When Your Partner Isn’t Sure They Want a Future with You

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Image Credit: Tiny Buddha

By Tonya Lester | Tiny Buddha

“The most painful thing is losing yourself in the process of loving someone too much and forgetting that you are special too.” ~Ernest Hemingway

At Eagle Point Elementary, where I went for third grade, there was one very cute boy. Jason was the object of affection for seemingly every third-grade girl. He would make a list each day of the five girls he thought were the cutest. The list changed every day. Whoever took the top spot for the day was the girl Jason decided he was “going with.” (Was “going with” a thing in everyone’s elementary school or just in suburban Minnesota? What did that even mean?)


I still remember the elation when I edged out my friend Caroline for the top spot. It was short-lived. Caroline was tough to beat. My dad got wind of this top five system and sat me down to say, “Never wait to be in somebody’s top spot. If you have to convince someone of how great you are, they shouldn’t be in your top spot.” I opted out of the competition the next day.

Adults are subtler than Jason was, but my father’s “top spot” lesson was a valuable one.

In my twenties, I dated a guy who ran cold and hot with me, leaving me insecure and obsessing over the relationship. Heeding my dad’s warning, I ended things abruptly.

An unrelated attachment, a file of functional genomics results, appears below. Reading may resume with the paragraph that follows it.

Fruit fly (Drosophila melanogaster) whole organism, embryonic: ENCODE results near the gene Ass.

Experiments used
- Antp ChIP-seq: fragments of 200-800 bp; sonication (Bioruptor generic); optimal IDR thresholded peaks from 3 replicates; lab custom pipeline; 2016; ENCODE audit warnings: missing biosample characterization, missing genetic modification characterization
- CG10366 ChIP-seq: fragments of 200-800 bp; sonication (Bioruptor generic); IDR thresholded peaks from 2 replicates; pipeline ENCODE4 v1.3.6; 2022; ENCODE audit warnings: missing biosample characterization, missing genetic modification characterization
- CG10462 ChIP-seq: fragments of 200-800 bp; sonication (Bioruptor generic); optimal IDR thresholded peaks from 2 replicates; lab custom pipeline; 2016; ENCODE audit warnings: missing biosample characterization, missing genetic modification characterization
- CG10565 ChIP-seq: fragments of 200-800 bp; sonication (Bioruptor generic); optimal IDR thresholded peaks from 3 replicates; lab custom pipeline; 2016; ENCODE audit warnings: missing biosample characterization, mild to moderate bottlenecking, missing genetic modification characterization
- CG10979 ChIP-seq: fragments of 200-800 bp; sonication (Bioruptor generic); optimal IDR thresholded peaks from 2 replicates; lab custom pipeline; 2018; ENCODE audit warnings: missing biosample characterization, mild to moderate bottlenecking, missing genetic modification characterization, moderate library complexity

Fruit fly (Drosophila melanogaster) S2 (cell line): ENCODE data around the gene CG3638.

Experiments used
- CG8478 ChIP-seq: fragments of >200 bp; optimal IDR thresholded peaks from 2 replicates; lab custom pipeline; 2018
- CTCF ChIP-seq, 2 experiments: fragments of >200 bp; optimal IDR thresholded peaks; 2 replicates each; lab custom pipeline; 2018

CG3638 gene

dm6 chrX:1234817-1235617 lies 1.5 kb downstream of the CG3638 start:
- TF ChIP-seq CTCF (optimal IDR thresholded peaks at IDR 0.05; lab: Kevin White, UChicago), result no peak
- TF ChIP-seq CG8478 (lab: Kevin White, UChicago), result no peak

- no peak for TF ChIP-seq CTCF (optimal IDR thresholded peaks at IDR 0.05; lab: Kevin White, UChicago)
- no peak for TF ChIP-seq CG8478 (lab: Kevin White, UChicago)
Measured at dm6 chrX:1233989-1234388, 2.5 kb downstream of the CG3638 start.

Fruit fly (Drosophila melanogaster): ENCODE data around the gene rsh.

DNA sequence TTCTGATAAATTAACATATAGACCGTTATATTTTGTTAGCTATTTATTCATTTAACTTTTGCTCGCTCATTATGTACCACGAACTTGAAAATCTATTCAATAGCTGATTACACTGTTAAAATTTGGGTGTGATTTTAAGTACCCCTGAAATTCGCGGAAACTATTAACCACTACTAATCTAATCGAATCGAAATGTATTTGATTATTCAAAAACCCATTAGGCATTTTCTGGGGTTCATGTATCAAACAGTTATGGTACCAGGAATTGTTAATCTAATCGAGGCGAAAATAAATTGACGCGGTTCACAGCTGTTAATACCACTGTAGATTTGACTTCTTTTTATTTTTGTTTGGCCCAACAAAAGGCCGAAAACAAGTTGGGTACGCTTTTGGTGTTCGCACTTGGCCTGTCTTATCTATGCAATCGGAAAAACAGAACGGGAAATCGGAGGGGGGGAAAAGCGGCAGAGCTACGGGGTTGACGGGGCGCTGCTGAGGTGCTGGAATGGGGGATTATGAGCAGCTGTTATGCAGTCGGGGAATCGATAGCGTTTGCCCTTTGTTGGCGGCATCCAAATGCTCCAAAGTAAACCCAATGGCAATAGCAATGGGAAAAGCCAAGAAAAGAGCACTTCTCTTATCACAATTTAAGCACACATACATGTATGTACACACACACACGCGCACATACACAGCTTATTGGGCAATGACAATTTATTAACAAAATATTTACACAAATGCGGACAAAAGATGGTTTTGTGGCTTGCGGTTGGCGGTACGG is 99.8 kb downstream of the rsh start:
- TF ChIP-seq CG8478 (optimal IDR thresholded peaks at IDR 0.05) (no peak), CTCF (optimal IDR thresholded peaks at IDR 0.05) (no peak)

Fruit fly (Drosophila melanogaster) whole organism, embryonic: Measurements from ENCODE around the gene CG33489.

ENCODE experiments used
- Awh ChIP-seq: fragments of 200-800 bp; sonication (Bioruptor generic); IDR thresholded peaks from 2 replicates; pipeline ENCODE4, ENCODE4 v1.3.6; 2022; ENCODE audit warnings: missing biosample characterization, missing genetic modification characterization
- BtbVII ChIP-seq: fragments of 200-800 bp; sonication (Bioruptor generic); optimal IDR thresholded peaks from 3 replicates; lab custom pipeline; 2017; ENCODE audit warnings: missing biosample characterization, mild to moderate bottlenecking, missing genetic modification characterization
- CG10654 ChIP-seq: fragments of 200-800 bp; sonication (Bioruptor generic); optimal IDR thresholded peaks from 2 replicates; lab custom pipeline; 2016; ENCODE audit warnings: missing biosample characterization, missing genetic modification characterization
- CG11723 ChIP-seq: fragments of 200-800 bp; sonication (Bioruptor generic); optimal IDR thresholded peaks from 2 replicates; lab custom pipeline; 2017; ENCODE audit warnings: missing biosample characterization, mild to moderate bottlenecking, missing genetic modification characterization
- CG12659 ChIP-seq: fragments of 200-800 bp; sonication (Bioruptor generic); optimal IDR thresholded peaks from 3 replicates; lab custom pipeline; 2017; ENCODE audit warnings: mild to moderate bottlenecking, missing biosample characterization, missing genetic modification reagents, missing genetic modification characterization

It was initially very painful, and I questioned if I had pulled the plug too quickly. But within a few months, I realized there was no happy future with this person—he either didn’t care enough about me or was incapable of a secure intimate relationship. Either way, I had dodged a bullet.

Here is a scenario I see play out often in my psychotherapy practice: You meet someone and fall in love. After about a year of dating, you’re eager to marry and have children. Your partner is happy in the relationship, but not ready to move forward.

Initially, you’re patient and sympathetic. But by the end of year two, you’re frustrated about putting your life on hold while your partner is “figuring things out.”


Frequently, when you seem to have reached the end of your rope and appear ready to walk away, your partner begs for more time.

By year four, you’re vacillating between rage and panic, but you feel like this has to work out because you can’t bear the thought of starting over with someone new.

During year five, your partner announces they might never want to get married or have kids. In fact, they’d like to start seeing other people.

If you’ve ever found yourself in love with a commitment-avoidant person, you know it can be hard to tell when to be patient and when to pull the plug. Do you walk away from someone you love just because you have different timelines? How much time do you give your partner to decide whether they are in or out? In other words, should you stay or should you go?

Does any of this sound familiar?